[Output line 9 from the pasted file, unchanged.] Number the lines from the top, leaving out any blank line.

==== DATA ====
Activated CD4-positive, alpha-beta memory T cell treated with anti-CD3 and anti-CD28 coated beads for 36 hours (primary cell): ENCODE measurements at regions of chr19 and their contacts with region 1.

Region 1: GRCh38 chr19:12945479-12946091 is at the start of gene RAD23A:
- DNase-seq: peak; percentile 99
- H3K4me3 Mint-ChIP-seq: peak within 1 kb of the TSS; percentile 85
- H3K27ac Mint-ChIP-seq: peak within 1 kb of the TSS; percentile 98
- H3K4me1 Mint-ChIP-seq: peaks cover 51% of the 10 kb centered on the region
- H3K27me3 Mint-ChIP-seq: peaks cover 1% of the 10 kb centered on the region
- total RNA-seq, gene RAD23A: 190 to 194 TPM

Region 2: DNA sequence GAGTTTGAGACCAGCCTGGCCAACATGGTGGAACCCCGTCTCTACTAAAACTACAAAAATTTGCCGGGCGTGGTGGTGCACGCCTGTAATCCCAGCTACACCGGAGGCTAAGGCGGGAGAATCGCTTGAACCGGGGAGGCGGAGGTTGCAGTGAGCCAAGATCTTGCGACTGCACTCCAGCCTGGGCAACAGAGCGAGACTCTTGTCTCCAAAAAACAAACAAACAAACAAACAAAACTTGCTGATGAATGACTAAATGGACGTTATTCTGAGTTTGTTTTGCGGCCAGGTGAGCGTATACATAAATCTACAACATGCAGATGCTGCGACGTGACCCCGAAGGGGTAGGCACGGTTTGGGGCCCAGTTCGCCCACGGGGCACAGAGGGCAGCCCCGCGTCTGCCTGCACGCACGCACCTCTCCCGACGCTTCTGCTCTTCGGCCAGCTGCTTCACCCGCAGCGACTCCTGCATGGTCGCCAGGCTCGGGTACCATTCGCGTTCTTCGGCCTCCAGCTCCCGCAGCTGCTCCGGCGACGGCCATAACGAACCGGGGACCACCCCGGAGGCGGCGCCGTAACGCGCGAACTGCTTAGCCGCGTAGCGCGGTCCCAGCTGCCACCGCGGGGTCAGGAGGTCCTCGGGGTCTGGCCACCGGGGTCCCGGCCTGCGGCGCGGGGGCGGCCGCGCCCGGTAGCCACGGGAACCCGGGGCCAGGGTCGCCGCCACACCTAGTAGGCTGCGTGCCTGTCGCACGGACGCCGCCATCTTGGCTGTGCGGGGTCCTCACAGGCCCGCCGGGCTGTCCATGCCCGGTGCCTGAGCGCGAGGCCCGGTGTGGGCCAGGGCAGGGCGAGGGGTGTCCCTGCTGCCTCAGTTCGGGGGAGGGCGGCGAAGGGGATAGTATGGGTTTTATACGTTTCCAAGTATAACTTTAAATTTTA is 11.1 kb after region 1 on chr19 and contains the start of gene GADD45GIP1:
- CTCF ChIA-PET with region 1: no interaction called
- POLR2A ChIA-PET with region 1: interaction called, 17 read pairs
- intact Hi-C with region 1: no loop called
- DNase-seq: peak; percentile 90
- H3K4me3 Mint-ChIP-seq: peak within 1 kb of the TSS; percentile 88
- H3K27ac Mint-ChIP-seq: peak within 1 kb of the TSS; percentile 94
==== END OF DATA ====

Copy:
Region 2: DNA sequence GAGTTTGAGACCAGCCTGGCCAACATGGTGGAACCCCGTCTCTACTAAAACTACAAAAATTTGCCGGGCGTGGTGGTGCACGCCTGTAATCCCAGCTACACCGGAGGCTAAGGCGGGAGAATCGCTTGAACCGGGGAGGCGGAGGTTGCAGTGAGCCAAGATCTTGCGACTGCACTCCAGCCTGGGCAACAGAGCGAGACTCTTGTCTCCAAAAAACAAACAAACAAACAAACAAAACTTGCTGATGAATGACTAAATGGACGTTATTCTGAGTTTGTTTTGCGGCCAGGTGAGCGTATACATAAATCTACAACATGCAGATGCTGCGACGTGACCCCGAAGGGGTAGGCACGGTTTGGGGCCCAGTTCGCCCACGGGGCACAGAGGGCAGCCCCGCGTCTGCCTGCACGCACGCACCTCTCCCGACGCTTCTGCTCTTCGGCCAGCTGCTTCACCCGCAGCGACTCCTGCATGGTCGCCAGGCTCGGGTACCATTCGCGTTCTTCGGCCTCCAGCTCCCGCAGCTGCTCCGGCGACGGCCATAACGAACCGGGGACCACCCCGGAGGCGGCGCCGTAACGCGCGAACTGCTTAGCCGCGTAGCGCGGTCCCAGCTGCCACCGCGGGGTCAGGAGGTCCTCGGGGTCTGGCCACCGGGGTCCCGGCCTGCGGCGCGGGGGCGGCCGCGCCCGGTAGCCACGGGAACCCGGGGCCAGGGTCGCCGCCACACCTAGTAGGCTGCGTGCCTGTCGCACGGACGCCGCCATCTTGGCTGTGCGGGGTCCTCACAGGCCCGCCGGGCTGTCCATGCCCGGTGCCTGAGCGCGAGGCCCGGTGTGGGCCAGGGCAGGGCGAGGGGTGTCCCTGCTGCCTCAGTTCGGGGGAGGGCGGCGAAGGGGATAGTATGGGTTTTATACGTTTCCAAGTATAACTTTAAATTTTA is 11.1 kb after region 1 on chr19 and contains the start of gene GADD45GIP1: